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for fraud and deceit instead of an action of assumpsit to recover from the innocent principal the down money. We held that notwithstanding the erroneous form of action, the verdict, being for an amount which could properly have been recovered in a suit in assumpsit, should be sustained and judgment was here entered on the verdict. Justice STEARNE in his opinion said (p. 279): "'... the form of action is amendable at any stage of the proceedings: Act of May 10, 1871, P.L. 265; New York & Pennsylvania Co. v. New York Central R.R. Co., 267 Pa. 64, 76, 77.'... 'Scarcely any procedural defect is viewed with greater tolerance by modern courts than errors in the form of the action.'... 'When the facts ultimately proved are properly alleged and there has been a trial on the merits, pleadings are not of much, if any, account: Readdy v. Borough of Shamokin, 137 Pa. 92, 20 A. 424. If it is expedient, as a nod to formalism, the proper amendment will be considered to be made: Nock v. Coca Cola Bottling Co., 102 Pa. Superior Ct. 515, 520, 156 A. 537, and cases cited.'"
If plaintiff, tenant under a lease, had brought an action of trespass on the case, he could have recovered whatever direct damages he suffered for the injury to his use or enjoyment of the property, provided they were the natural and proximate result of the trespass, i.e., he would be entitled to recover whatever damages were the natural and proximate result of defendant's wrongful nine months' trespass: Seely v. Alden, 61 Pa. 302, 305; 52 Am. Jur., Trespass § 50, p. 875; 15 Am. Jur., Damages, § 157, p. 573; 25 C.J.S., Damages, Torts, § 44, p. 523.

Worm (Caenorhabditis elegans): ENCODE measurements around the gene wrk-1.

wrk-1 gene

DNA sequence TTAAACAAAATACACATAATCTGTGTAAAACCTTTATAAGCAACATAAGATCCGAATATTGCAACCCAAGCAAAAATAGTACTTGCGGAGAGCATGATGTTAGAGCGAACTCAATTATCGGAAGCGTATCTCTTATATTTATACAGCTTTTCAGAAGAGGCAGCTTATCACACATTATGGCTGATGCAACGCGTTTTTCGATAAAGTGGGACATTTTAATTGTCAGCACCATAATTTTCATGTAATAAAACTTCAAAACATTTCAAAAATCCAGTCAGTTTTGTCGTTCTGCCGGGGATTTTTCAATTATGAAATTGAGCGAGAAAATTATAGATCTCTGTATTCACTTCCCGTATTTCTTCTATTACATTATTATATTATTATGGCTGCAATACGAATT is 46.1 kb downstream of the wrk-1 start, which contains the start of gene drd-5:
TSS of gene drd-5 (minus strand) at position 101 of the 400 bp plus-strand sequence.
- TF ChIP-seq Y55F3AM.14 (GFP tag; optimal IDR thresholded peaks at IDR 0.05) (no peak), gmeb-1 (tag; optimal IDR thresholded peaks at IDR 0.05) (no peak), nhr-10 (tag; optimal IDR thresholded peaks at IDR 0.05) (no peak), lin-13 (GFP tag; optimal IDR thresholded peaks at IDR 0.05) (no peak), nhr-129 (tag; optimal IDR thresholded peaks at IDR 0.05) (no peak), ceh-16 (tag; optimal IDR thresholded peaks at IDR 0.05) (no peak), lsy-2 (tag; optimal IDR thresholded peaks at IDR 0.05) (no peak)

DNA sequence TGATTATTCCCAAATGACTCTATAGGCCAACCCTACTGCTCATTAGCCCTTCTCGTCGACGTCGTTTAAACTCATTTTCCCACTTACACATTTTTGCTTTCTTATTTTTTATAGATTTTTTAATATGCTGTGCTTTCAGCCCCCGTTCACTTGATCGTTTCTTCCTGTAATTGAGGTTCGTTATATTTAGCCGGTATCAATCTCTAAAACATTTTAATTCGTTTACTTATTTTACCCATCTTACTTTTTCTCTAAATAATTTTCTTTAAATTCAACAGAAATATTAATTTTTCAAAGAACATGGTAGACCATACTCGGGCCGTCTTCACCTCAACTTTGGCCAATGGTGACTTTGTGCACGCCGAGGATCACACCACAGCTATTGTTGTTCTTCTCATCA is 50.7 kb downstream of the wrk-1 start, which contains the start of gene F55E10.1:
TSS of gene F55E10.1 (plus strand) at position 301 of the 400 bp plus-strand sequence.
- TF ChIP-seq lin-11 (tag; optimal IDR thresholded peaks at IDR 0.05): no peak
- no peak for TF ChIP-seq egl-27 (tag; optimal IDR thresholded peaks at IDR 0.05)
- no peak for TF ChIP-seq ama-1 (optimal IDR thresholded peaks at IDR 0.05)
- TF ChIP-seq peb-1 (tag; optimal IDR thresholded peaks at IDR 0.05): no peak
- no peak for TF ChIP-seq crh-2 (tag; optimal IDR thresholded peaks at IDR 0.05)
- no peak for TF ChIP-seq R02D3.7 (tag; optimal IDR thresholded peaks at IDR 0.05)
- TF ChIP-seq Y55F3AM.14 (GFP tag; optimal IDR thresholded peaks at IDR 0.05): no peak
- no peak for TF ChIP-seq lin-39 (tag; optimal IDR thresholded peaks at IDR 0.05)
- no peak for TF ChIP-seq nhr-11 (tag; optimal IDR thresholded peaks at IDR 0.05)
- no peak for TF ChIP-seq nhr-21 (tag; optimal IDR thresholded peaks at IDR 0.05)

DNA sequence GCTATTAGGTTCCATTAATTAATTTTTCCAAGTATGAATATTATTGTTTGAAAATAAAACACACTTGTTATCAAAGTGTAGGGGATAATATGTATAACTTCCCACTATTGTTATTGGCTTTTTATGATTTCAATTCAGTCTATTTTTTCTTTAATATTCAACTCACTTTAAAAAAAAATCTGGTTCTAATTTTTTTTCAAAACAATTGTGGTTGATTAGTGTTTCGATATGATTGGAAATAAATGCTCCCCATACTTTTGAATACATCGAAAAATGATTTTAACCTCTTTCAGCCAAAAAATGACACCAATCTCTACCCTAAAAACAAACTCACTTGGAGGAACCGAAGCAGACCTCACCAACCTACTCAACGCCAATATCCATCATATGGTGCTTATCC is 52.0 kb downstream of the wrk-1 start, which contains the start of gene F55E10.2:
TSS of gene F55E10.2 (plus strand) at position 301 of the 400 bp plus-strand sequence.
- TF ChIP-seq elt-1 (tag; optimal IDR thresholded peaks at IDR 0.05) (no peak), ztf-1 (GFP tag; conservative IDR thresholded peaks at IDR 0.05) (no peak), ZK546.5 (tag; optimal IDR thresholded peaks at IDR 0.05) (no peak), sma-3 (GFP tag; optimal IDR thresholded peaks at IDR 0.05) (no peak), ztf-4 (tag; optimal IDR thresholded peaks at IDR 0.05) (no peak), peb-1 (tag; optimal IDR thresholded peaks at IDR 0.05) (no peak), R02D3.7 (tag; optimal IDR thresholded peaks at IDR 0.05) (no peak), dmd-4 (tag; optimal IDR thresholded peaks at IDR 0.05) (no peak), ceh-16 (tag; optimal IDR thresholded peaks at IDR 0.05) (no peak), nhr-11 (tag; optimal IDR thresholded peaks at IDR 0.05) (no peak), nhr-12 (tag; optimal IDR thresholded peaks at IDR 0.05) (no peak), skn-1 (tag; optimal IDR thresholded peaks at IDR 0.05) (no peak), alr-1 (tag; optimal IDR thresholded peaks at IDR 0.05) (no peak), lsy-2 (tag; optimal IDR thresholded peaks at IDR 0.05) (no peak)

While the basis of plaintiff's claim is at times confusing, it is clear (a) that he sued in assumpsit, and (b) that he sued for and proved the damages he suffered by Kaufhold's failure to deliver the premises to him on
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and judgment non abstain veredicto is here entered for Peerless Casualty Company. So far as the judgment is in favor of Taylor against Henry Kaufhold in the sum of $9254.90, with interest thereon from the 11th day of October, 1950, it is affirmed.
The judgment, so far as it is in favor of Taylor against Henry Kaufhold and Peerless Casualty Company, in the sum of $5,000. with interest thereon from the 11th day of October, 1950, is affirmed as to Henry Kaufhold, but is reversed as to Peerless Casualty Company and judgment non obstane veredicto is here entered for Peerless Casualty Company. So far as the judgment is in favor of Taylor against Henry Kaufhold in the sum of $9254.90, with interest thereon from the 11th day of October, 1950, it is affirmed.